Parents shouldn’t have to plead for equal opportunity
The following was originally published by the Washington Examiner‘s magazine, Restoring America:
When I was a child, my mother wrote letters. While many children might remember their parents writing to family and friends, the most important letters my mother wrote were to people she didn’t know at all.
My parents wanted me to get an academically rigorous education that aligned with our family values. Even before I was born, they wanted to put me in a Christian school that would prepare me to attend and finish college — something neither of my parents had done.
But schools like that cost money, and there was no way my family could afford private education on our own. So my mother used to write letters to our Florida state representatives in search of some scholarship or program that would make my education possible.
Those letters ended up changing my life. I can only imagine her joy upon discovering the Florida Tax Credit Scholarship — a means-tested program that now serves more than 150,000 students. That scholarship gave my family school choice and made it possible for my younger siblings and me to attend the school our parents wanted. I am so grateful for that scholarship and the opportunities it provided. Thanks to the scholarship, I did indeed become the first in my family to graduate from college.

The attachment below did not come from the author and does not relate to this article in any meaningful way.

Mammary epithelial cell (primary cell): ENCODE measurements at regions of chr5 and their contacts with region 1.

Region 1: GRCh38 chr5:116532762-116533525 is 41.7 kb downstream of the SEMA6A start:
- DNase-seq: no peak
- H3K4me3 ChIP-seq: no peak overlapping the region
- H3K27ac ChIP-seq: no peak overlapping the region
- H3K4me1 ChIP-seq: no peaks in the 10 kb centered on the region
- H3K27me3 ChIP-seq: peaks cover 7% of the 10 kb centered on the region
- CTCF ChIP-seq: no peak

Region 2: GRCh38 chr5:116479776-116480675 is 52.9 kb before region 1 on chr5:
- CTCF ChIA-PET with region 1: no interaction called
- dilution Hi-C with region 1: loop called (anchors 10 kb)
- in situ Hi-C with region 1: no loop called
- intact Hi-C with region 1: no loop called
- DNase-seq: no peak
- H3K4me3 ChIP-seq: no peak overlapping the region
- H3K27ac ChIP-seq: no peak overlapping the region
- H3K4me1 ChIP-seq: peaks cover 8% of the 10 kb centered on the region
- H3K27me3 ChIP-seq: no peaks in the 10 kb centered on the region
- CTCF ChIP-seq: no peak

Many mothers and fathers are still looking for that opportunity for their families. Some have been looking for education options for a long time, and heinous pandemic school closures jolted others into action. Parents all over the country have realized that the status quo is not built to prioritize their children’s education.
Every student deserves an education that meets their individual learning needs, and that is impossible to accomplish in a one-size-fits-all system. School choice programs return education dollars to their rightful owners: families and students. Given financial firepower, families — especially low-income families — can access educational environments that would otherwise be impossible.
Many states are striving toward this goal. Arizona is a prime example. In early July, Arizona cemented itself as the national leader in school choice by expanding its Education Savings Account program to every child in the state. For families, ESAs are accounts worth $7,000 that can be used for tuition at an alternative school or other educational needs, such as tutoring, curriculum, or transportation. In Arizona, there’s no need for mothers to write letters.
But the same isn’t true throughout the rest of the country. Amazing progress has been made for school choice in the last two years, but many states still lack widespread educational options. As Americans keep dividing into battle lines over divisive education topics, states should realize the opportunity to empower parents through school choice. By breaking the power dynamics of the status quo, we can create a system that works for every family.
School choice changed my life, and I have the privilege to work every day to ensure it can change the lives of the next generation of students. My mother had to write letters and go searching to find what was available — for the next generation, let’s hope opportunity is available for everyone.
Nathan Cunneen is a communications associate at the American Federation for Children, a 2020 Future Leaders Fellow, and a school choice beneficiary from Florida.